I’m not entirely sure what went wrong in my back and shoulders. Maybe it was years of golf or long commutes in a ’98 Buick that had a seat that leaned a little left. Either way, I feel like I’m under construction and I hate it. I hate not being well. I hate every weak place it takes me back to. I hate that it seems to line right up with some upheaval that’s been happening in my heart.
The kind physical therapist watched me move and do squats and assessed me on my first visit and finally she said, “You have inner instability.” What she meant was that the inner muscles around my spine are weak and need to be made stable again. But when I heard those words, I nearly burst into tears because how did she know?
It took me back in my mind to the eye doctor the day before. I’d been getting headaches so I went in and got an eye exam and she kept switching between lenses, telling me to focus. And I couldn’t. At 28 years old, my vision is starting to go. Little by little, headache by headache. Over and over again, she clicked and the letters were B’s or maybe F’s or maybe A’s.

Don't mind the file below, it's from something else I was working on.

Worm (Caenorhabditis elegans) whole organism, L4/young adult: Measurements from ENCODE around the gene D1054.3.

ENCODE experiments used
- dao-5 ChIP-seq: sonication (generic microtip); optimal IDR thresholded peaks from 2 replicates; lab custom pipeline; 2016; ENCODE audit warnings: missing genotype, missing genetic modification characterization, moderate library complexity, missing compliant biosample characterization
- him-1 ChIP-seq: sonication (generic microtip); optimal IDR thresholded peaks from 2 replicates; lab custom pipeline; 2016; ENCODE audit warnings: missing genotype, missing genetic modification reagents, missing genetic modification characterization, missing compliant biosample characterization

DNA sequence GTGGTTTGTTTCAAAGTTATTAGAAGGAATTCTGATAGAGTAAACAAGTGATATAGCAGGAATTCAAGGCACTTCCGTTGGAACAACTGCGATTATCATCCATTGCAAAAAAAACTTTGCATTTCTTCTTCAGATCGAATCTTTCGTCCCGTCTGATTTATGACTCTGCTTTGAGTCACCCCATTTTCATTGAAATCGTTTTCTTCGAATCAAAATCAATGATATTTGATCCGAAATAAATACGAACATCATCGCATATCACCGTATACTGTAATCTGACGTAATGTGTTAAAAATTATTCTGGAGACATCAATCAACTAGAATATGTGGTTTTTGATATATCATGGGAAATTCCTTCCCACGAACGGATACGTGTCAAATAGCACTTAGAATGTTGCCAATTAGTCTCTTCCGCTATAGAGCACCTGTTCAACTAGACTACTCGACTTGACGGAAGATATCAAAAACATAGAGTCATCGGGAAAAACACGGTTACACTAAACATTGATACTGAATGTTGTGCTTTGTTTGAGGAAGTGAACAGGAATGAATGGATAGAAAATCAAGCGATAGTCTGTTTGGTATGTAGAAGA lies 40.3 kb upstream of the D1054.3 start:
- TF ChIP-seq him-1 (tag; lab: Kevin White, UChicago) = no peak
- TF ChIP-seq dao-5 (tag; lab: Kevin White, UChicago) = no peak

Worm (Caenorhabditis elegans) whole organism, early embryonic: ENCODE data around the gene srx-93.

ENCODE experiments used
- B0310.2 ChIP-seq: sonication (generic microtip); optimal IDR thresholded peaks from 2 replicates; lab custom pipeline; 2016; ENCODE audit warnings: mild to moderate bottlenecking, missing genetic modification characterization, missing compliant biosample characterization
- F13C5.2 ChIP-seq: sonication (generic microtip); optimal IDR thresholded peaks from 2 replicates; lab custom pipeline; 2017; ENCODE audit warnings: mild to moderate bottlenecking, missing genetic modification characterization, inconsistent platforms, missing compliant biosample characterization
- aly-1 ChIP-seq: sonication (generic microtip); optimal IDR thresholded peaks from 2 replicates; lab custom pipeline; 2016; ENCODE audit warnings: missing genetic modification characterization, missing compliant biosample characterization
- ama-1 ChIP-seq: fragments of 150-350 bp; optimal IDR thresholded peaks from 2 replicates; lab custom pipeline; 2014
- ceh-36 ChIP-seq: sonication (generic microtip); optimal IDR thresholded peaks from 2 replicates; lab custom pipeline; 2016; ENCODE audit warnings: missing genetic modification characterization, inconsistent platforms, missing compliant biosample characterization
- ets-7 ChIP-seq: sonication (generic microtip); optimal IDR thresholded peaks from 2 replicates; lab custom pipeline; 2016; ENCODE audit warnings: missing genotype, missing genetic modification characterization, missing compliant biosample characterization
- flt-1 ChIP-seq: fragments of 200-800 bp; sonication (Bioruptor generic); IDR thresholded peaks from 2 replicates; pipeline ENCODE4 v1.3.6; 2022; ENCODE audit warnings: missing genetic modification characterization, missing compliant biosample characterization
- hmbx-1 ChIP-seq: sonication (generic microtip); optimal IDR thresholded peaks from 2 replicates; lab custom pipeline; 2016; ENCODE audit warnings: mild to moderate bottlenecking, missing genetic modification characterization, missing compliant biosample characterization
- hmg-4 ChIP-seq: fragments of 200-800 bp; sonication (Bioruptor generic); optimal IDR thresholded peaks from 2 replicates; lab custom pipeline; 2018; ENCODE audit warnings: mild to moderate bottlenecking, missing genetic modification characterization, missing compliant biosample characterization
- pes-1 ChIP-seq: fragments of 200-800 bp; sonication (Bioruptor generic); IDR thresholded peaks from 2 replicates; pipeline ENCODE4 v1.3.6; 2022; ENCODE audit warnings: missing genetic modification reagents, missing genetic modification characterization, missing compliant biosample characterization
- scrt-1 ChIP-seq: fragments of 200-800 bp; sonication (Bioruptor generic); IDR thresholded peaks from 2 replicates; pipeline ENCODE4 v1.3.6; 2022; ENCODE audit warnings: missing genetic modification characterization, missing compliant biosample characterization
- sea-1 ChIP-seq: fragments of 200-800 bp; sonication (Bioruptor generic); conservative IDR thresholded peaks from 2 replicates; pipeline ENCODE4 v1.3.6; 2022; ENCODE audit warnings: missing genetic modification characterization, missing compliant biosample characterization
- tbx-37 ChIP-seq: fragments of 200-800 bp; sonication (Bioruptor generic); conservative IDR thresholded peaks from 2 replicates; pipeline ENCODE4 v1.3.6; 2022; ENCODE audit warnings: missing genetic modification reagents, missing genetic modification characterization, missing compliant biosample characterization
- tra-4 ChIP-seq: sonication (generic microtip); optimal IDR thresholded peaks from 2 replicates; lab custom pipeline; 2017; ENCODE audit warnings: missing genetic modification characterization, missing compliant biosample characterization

Finally, after a few minutes, I sighed that sigh you let out when you’re exhausted and simply said, “I can’t.”
Something about not being able to see and being told you have to stabilize and having to stop and pray all the time wears a person out. Something about humanity and brokeness and not being able to do it strikes a nerve in my get-it-done heart. Something about the fact that my left side is weaker and what’s simple on the right leg or arm just isn’t the same on the other.